More emphasis will have to be given to admitting post-graduate and PhD students from abroad
The Visitor’s Conference concludes with the commitment of successful implementation of National Education Policy. The President of India Shri Ram Nath Kovind addressed inaugural session of the virtual ‘Visitor’s Conference on Implementation of NEP 2020 in Higher Education’ earlier today.
The Education Minister Shri Ramesh Pokhriyal ‘Nishank’; Minister of State for Education Shri Sanjay Dhotre, Secretary, Higher Education, Shri Amit Khare, Chairman, Drafting Committee of NEP Dr. K. Kasturirangan, Chairman UGC Shri D.P. Singh, Vice Chancellors of Central Universities, Directors of IITs, NITs, IIITs, NIDs, IISERs, SPAs and other Institutions of National Importance were present on the occasion.
In his closing remarks, Shri Pokhriyal said that the Public funded Higher Education Institutions are the significant platforms of creation and dissemination of knowledge and hence play an important role in bringing alive elements of the NEP 2020. He said that the ‘Visitor’s Conference provided an opportunity to the head of the institutions of Central Universities and Institutions of National Importance to deliberate on various aspects of NEP with regard to its implementation. The conference deliberated on the various aspects of the NEP 2020 and the next steps for the effective implementation strategies and action plans to be carried out in a phased manner with prioritization to key areas of higher education that needs urgent reforms, he added.
The Minister of State for Education, Shri Sanjay Dhotre valued the enriching deliberation in the Visitor’s Conference and hoped these insights will surely help in implementation of the National Education Policy effectively. Shri Dhotre also thanked all the participants of the Conference.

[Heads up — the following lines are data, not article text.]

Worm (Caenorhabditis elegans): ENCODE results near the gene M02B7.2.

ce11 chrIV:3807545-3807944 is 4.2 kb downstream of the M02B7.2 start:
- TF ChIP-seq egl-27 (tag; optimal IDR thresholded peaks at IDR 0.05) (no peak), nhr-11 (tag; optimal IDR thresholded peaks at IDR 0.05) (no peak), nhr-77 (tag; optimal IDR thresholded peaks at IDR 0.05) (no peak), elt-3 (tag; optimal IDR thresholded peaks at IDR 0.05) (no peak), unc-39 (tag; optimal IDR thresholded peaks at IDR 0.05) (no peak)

Prof. K. Kasturirangan, Chairman, Committee for draft NEP delivered a Special Address and spoke about rigorous process in formulation of this policy. Prof. Kasturirangan highlighted the need of aligning with skills of 21st century and providing universal access to quality education. He mentioned the focus of the policy on pedagogical reform, 4-year degree programmes, multidisciplinary and holistic education and pure and applied transformational research. He said, India has rich legacy on holistic education but our present undergraduate system is mastered on silos, and this is out of step with a world that is rapidly changing. Prof. Kasturirangan also stressed on importance of moving away from the narrow conception of vocational education.
Emphasising on use of technology, Prof. Kasturirangan said, technology will not only help expanding our Gross Enrolment Ratio, but also improve our response to the disruptions we are facing today. Prof. Kasturiranga also highlighted the importance of sharing of resources by clustering of institutions and our Inter University Centres are good example of sharing of resources between our Universities. He also stressed upon the need of internal reconfiguration of our HEIs; institutions restructuring; national mentorship by making use of eminent retired academicians in education; and cultural transformation and outlook change of our HEIs in taking this policy towards action at the ground level.